In written response to the chamber, the Minister of Finance, Ridvan Bode, wrote that the new scheme aimed not only to produce fiscal stamps but to create a computerized system that “would track the product from its manufacture to its retail, guaranteeing the origin and its quality to consumers”.

The cigarette companies argue that SICPA’s track and trace system will increase the price of local stamps several fold, a cost that they will be forced to pass on to consumers, because the encrypted stamps are more expensive than the regular stamps now in circulation.

Negotiations are underway between SICPA and the Ministry of Finance to determine the price of the stamps.

The current hologram-imprinted fiscal stamps cost only the equivalent of one cent if a euro. According to a source in the Ministry of Finance, the cost of a SIPCA stamp would be around three cents, paid by tobacco companies together with excise duties.

The tobacco companies argue that they already have an internal tracking and tracing systems, which they offer at no cost and are better and cheaper than SIPCA’s system.

The Philip Morris Codentify system, which uses a bar code printed on cigarette packs, is already offered free of charge in EU countries like Germany and Portugal, and Japan Tobacco also has a similar system in place.

Jeanine Cameron, from BAT, says that before a government makes a decision on what technology to use in order to monitor its market, it should first be clear on what the problems are.

“If the problem is that the genuine product leaks out of the supply chain or any product leaking out of the supply chain, the solution would be a tracking and tracing system,” she said, “but if the government has a problem with taxes and duties not being paid, it needs to look at verification and we would recommend digital stamps.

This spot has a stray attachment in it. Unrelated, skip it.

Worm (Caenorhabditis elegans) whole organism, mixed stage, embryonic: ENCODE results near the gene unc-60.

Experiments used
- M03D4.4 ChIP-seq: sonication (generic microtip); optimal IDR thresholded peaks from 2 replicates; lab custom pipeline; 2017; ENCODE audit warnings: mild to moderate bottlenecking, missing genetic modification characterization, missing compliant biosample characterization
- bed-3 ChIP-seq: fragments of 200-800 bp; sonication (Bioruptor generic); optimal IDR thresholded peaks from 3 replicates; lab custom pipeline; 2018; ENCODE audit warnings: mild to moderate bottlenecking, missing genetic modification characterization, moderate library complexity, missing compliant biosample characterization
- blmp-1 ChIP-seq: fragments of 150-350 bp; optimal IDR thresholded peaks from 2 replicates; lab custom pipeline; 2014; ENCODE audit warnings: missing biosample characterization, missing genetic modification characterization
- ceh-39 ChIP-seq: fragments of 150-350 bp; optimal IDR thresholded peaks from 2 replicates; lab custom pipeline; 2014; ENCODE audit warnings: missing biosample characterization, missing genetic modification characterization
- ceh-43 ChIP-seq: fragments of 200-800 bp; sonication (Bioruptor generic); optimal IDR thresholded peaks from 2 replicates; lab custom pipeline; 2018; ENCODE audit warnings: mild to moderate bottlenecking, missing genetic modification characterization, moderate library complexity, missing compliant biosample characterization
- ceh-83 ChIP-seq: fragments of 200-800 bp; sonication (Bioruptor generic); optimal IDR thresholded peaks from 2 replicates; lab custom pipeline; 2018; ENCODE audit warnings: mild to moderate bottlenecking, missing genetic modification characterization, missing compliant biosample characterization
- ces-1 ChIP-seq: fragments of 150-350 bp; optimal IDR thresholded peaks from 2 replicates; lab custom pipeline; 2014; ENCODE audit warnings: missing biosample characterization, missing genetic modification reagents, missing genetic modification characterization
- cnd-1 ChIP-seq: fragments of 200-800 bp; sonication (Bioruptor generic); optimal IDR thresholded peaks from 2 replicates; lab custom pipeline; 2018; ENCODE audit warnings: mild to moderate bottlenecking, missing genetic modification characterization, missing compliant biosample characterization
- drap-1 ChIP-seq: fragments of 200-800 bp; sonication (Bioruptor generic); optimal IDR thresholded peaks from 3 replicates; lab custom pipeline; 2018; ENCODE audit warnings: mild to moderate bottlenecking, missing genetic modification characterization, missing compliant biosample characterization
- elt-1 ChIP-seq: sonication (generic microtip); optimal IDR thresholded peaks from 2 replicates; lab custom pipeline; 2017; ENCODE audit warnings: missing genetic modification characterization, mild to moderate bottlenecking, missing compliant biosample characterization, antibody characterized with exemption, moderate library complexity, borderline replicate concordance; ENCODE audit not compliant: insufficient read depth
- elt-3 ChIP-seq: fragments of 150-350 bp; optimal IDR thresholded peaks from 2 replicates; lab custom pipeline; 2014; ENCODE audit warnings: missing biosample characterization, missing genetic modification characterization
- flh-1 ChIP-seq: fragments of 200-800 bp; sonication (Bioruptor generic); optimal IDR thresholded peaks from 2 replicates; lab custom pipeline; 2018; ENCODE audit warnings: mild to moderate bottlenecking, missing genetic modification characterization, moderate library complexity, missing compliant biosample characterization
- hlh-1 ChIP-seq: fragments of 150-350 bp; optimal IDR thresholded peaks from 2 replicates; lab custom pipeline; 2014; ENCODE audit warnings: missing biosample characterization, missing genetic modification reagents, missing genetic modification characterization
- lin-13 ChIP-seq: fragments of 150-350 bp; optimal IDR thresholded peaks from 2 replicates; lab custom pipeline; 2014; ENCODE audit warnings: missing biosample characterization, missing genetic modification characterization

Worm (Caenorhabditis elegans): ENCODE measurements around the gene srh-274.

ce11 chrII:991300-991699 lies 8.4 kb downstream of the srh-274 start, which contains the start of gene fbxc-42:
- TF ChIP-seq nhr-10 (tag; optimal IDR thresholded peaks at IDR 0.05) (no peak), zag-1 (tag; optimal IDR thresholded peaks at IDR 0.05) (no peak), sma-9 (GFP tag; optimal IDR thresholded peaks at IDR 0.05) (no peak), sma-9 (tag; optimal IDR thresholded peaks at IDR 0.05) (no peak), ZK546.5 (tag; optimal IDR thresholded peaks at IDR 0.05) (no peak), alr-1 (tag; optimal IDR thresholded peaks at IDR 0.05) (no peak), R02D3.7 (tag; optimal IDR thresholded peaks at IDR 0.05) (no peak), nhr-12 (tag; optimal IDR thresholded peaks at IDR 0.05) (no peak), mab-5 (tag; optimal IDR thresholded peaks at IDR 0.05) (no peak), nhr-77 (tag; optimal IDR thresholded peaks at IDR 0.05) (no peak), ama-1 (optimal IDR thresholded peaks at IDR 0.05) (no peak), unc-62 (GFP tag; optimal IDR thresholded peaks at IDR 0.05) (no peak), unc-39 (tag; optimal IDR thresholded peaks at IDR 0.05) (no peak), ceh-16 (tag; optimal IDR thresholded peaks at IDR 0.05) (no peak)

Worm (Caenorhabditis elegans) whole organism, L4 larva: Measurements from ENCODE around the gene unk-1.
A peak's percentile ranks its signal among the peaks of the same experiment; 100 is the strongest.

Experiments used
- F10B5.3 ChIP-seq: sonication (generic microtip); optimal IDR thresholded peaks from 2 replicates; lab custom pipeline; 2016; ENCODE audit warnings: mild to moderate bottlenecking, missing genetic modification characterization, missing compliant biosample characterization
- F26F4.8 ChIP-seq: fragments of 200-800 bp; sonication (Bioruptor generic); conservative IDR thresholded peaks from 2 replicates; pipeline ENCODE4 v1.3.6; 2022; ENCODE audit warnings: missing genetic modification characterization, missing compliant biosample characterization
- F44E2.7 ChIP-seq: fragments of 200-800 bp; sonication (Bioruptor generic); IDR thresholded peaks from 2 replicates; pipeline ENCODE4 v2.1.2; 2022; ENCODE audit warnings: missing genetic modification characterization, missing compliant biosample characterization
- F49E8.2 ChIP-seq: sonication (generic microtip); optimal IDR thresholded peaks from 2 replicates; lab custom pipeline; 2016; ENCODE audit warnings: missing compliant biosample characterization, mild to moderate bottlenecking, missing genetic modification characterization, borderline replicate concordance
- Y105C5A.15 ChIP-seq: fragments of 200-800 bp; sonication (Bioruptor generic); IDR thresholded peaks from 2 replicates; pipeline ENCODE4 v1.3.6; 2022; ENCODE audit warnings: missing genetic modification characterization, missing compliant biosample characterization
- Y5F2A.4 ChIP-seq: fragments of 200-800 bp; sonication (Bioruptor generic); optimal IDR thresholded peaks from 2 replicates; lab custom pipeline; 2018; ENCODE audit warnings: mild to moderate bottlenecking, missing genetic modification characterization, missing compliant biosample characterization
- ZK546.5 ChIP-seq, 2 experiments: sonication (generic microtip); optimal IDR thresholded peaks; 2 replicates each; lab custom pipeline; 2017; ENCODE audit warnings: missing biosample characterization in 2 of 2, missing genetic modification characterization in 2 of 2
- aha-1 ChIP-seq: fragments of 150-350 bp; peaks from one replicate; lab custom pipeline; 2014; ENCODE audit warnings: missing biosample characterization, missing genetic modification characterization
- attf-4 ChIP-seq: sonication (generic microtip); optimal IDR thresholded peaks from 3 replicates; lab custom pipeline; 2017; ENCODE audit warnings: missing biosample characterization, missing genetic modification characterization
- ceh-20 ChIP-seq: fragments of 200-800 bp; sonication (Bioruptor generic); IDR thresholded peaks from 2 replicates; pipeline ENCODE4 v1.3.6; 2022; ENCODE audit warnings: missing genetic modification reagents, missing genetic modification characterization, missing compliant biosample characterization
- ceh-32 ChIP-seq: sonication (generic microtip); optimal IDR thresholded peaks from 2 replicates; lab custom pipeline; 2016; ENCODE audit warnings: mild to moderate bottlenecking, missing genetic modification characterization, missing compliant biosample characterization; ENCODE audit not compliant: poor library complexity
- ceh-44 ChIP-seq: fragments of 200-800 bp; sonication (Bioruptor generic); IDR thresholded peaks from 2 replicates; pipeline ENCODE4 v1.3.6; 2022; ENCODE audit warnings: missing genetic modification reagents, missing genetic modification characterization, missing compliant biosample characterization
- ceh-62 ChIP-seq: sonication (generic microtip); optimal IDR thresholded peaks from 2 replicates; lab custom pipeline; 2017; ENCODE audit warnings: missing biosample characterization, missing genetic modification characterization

“In the case of BAT, we have a track and trace system, which is very accurate and meets exactly the requirements of the FCTC,” Cameron added

However, Joossens, the tobacco smuggling expert, underlined that despite what’s on offer from cigarette companies a public track and trace system is a must in order “to control the industry data”.

Contacted by Balkan Insight, SICPA declined to comment.

“SICPA’s policy is to share limited information concerning either our business or our customers,” said spokesperson Floriane Jacquemet.

The Albanian Ministry of Finance did not respond to Balkan Insight’s request for a comment on the tendering process, the cost of the stamps, or the decision to award the contract to SICPA.

In Indiana, the IDOR, following its evaluation, concluded that it “cannot in good conscience show ample benefit to the state, nor can this agency in good judgment justify the expense an encrypted-stamp program would impose on the taxpayers of Indiana and the wholesalers who do business here”.

In Albania, where the national assembly is expected to discuss SICPA’s proposal in the coming weeks, it remains to be seen if its deputies will show similar judgment.

By Besar Likmeta and Gjergj Erebara. This article was made possible through the support of the National Endowment for Democracy.